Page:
Diplomatic Briefing

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Archive for December, 2019

Newsline: U.S. embassy in Baghdad evacuated as protesters denounce U.S. air strikes

The U.S. ambassador to Iraq and other staff were evacuated from their embassy in Baghdad for their safety on Tuesday, Iraqi officials said, as thousands of protesters and militia fighters outside the gate denounced U.S. air strikes in Iraq. Outside the embassy, protesters threw stones at the gate while others chanted, “No, no, America! … No, no, Trump!” Iraqi special forces were deployed around the main gate to prevent them entering the embassy. (https://www.reuters.com/article/us-iraq-security-usa/u-s-embassy-in-baghdad-evacuated-as-protesters-denounce-u-s-air-strikes-idUSKBN1YZ0IO) On Sunday, U.S. planes had attacked bases belonging to an Iranian-backed militia, a move that risks drawing Iraq further into a proxy conflict between Washington and Tehran at a time when mass protests are challenging Iraq’s political system. The attack on the Kataib Hezbollah militia was in response to the killing of a U.S. civilian contractor in a rocket attack on an Iraqi military base. The two Iraqi foreign ministry officials did not say when the U.S. ambassador or other staff had left but added that a few embassy protection staff remained.

Newsline: Bolivia boots Spanish diplomats who visited Mexican mission

Spanish officials involved in a diplomatic incident left Bolivia amid accusations that they tried to help former high-ranking members of deposed President Evo Morales’ administration exit the country. Bolivian Interior Minister Arturo Murillo asked the Spaniards to leave even though Spain denied allegations that diplomat Cristina Borreguero and five of her colleagues were trying to help the officials out of the Mexican ambassador’s residence, where they have been holed up since Morales stepped down last month. (https://www.houstonchronicle.com/news/world/article/Bolivia-boots-Spanish-diplomats-who-visited-14937846.php) The acting Bolivian government has initiated criminal charges against the officials for sedition, terrorism and electoral fraud and has refused to allow them safe passage out of the country.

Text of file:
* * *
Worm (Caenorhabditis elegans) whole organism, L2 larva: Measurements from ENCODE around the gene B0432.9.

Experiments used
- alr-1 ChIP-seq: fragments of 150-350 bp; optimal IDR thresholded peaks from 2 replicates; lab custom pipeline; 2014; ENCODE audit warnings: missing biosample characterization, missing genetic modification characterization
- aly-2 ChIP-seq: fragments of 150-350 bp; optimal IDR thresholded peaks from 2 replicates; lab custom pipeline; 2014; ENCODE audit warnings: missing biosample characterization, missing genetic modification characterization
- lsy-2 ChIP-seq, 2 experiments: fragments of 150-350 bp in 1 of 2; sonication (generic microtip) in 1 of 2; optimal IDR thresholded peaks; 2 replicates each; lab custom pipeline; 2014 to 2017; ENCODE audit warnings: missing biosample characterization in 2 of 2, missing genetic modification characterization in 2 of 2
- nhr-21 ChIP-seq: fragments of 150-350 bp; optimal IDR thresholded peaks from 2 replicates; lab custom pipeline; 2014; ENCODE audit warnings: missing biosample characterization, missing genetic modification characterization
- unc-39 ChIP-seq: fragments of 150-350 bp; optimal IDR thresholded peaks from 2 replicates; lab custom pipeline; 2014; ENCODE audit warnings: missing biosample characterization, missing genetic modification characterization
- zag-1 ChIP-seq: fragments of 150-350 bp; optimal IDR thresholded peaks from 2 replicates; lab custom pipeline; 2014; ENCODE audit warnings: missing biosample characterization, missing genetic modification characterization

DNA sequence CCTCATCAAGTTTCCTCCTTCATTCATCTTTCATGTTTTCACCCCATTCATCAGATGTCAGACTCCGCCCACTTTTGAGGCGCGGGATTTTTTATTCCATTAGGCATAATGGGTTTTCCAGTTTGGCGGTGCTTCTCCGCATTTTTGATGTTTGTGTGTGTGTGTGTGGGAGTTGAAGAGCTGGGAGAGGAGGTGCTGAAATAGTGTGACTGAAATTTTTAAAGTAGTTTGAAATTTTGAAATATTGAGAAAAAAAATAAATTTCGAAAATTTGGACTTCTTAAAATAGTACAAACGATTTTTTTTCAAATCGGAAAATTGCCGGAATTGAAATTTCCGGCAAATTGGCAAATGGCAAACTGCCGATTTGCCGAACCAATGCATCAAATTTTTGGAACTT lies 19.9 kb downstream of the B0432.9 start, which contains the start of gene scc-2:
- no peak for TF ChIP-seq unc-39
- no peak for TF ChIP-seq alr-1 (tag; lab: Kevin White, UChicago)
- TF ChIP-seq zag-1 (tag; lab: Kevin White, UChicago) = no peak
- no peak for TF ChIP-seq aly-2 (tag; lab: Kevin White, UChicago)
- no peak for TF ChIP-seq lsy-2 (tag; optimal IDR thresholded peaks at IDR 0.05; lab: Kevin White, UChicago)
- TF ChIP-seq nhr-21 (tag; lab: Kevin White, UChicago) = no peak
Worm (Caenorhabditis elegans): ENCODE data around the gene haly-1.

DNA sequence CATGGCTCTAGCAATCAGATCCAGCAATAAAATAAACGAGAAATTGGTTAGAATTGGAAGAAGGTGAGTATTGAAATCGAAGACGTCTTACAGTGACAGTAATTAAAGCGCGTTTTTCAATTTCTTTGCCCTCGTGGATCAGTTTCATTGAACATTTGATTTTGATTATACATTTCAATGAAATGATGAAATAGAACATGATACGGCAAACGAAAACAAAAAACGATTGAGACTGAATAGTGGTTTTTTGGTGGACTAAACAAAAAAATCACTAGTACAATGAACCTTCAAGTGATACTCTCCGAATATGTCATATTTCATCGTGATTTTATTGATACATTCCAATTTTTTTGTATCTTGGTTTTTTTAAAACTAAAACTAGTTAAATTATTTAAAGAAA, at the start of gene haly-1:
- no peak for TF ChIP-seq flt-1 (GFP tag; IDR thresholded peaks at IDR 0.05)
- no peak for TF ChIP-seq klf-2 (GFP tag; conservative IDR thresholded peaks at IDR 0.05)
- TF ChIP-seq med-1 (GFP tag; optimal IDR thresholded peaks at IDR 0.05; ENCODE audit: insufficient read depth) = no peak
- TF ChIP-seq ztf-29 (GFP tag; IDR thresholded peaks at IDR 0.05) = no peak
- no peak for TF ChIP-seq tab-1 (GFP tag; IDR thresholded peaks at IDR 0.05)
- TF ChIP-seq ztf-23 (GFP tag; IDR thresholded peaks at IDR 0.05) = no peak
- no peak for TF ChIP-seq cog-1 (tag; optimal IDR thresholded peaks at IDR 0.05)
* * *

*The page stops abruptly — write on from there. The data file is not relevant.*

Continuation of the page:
Newsline: Swiss embassy employee in Sri Lanka granted bail

A court in Sri Lanka has granted bail to a Swiss embassy staff member who had been arrested two weeks ago on charges that she stoked anti-government sentiment and fabricated evidence, local media reported. The local television channel Sirasa reported her release, according to the Associated Press. The employee, a Sri Lankan national, claimed that she had been abducted on November 25 and threatened by her captors in an alleged effort to get her to disclose “embassy-related information”. (https://www.swissinfo.ch/eng/diplomatic-spat—-_swiss-embassy-employee-in-sri-lanka-granted-bail/45463886) The incident took place a day after a senior Sri Lankan police officer arrived in Switzerland to apply for asylum. The Swiss government condemned the alleged attack as “unacceptable” and summoned the Sri Lankan ambassador. The Sri Lankan authorities have said they have evidence that contradicts the woman’s version of events. Prior to her arrest, a court blocked her from leaving the country. Upon her detention, Swiss diplomats appealed for her transfer to a hospital on health and humanitarian grounds. The Swiss foreign ministry also announced it would dispatch a Swiss diplomat, Jörg Frieden, to Colombo in a bid to break the diplomatic deadlock.

Newsline: Mexico orders ambassador in Bolivia to return after she declared non grata